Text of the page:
Tuesday, April 29, 2014

Chris Hayes understands the threat of global warming; Tim Cavanaugh understands nothing

Chris Hayes must be used to this by now. Whenever Hayes--or anyone else, for that matter--mentions the catastrophe of global warming, he gets smacked down by someone. There are usual suspects in this game of whack-a-mole. The criticisms usually come from right-wing sources that are heavily financed by the energy industry.

One of the usual suspects is National Review. National Review Online published a critique of Hayes's latest essay in the Nation, headlined "Chris Hayes Wants to Kill About 5.7 Billion People." The headline has nothing to do with the article, but it sure catches your eye. The author, Tim Cavanaugh, presents no evidence that Hayes wants to kill anyone. There are no meaningful statistics presented, nor are there quotes from Hayes's article indicating how many people he wants to kill and why.

Cavanaugh's article is typical anti-science blather. He is no scientist. He does post the International Energy Agency's graph showing how much energy the world generates and how little of it comes from renewable or non-polluting sources. The graph is meaningless in itself because it does not predict how fast or at what cost polluting sources of energy can be replaced by non-polluting ones. It's possible they could all be replaced in 50 years, but Cavanaugh doesn't go into this because it would destroy his entire argument, or even his entire reason for living.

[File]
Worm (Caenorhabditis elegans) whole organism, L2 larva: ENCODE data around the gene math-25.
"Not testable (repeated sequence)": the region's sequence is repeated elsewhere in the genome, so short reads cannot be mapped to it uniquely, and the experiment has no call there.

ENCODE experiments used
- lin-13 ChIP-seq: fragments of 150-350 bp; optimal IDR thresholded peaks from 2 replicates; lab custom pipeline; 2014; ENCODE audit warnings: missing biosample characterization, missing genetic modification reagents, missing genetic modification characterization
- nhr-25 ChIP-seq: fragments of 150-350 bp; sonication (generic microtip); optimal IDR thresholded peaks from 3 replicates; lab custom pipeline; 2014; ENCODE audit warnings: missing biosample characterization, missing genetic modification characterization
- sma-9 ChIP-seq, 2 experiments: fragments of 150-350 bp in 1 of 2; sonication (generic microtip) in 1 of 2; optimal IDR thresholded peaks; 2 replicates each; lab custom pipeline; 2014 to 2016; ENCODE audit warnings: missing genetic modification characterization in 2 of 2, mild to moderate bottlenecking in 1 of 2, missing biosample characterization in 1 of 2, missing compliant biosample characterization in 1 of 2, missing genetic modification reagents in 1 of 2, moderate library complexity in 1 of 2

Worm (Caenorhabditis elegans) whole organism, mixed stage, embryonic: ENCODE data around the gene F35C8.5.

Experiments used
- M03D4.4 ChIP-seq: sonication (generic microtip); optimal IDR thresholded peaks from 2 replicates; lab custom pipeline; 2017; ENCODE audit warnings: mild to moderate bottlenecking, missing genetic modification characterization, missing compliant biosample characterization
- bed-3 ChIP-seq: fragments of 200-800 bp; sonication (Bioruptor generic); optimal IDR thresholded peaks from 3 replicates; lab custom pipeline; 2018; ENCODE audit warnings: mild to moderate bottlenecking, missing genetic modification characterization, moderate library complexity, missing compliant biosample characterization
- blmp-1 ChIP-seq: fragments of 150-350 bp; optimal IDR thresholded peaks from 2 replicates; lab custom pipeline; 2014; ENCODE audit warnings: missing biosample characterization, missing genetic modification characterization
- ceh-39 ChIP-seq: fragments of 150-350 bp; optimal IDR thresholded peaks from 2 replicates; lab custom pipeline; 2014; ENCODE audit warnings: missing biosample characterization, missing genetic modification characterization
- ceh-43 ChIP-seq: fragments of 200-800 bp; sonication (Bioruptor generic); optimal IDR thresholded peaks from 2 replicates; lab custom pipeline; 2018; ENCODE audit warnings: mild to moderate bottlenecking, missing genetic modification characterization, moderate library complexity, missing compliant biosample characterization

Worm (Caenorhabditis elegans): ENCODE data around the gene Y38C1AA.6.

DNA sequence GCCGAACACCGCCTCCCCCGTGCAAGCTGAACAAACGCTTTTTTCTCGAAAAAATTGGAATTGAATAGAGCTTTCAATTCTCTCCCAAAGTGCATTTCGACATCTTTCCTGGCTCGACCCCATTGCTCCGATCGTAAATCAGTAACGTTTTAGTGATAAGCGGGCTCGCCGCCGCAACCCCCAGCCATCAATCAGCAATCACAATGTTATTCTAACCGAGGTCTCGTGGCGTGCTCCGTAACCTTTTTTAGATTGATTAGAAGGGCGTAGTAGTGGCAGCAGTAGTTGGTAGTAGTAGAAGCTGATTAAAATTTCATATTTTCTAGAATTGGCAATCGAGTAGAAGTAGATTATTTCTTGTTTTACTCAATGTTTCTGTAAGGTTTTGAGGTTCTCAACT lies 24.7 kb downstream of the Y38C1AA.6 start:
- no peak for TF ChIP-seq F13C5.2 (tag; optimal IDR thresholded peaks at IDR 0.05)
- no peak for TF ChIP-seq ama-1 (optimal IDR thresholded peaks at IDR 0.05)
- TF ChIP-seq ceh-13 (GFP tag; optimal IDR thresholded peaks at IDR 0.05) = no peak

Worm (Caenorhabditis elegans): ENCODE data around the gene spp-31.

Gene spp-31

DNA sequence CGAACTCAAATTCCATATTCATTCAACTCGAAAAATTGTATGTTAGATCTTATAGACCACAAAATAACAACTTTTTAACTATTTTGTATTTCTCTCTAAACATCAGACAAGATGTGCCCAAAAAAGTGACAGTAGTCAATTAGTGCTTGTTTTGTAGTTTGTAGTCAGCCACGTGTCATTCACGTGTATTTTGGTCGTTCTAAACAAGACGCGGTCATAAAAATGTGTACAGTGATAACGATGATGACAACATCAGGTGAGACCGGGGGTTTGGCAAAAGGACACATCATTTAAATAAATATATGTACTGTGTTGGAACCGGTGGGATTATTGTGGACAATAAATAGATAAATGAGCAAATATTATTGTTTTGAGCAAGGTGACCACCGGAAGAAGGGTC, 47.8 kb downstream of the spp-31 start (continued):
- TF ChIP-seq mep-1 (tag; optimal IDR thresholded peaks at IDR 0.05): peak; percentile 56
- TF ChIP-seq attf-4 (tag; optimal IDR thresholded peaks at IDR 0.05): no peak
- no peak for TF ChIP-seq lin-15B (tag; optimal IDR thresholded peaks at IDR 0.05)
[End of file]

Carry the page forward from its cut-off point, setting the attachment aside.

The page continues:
Since Cavanaugh doesn't explain how he arrives at the 5.7 billion killings figure, I will give it a shot. The total number of people on the planet in 2011 was about 8 billion, so Cavanaugh's estimate would be about 2/3 of that. Cavanaugh is simply stating that we can't possibly replace polluting energy sources with non-polluting ones and that therefore 2/3 of the people on the planet will die. A daunting thought, even though most of the energy we use does not go directly toward keeping us alive. Most of the energy we use is wasted on unnecessary items like NASCAR, barbecues and airplane flights to Bermuda. So we could probably cut 2/3 of it without killing anyone.

On the other hand, 40 percent of the energy we consume is used by industrialized countries, whose total population is about 1.2 billion. Therefore, we could easily reach a 40 percent reduction in energy use in industrialized countries without killing more that 1 billion people. Cavanaugh's prediction of mass extinction could only be true is each person on the planet used approximately the same amount of energy. But they don't.

Cavanaugh argues that the use of fossil fuels made rapid population growth possible. He calls this growth "progress". It follows from this assumption (implicitly) that stopping fossil fuel use would reverse "progress", resulting in the predicted number (5.7 billion) of deaths.

Cavanaugh uses some of his article to attack Hayes's writing style, calling it "tricked out with quasi-erudition and broad claims". He charges that Hayes uses "overflowing adjectives", "lethal compound modifiers", and "cascades of adverbs." Cavanaugh does not explain how this style negates the logic of Hays's article. I suspect he was just having fun with words. But his description of common compound modifiers like "heart-stopping" and "full-throated" as lethal is perhaps over the top.

I've spent far too much time dissecting Cavanaugh's article, but I was having too much fun. I'll discuss Jonathan Chait's more important critique in New York Magazine tomorrow.

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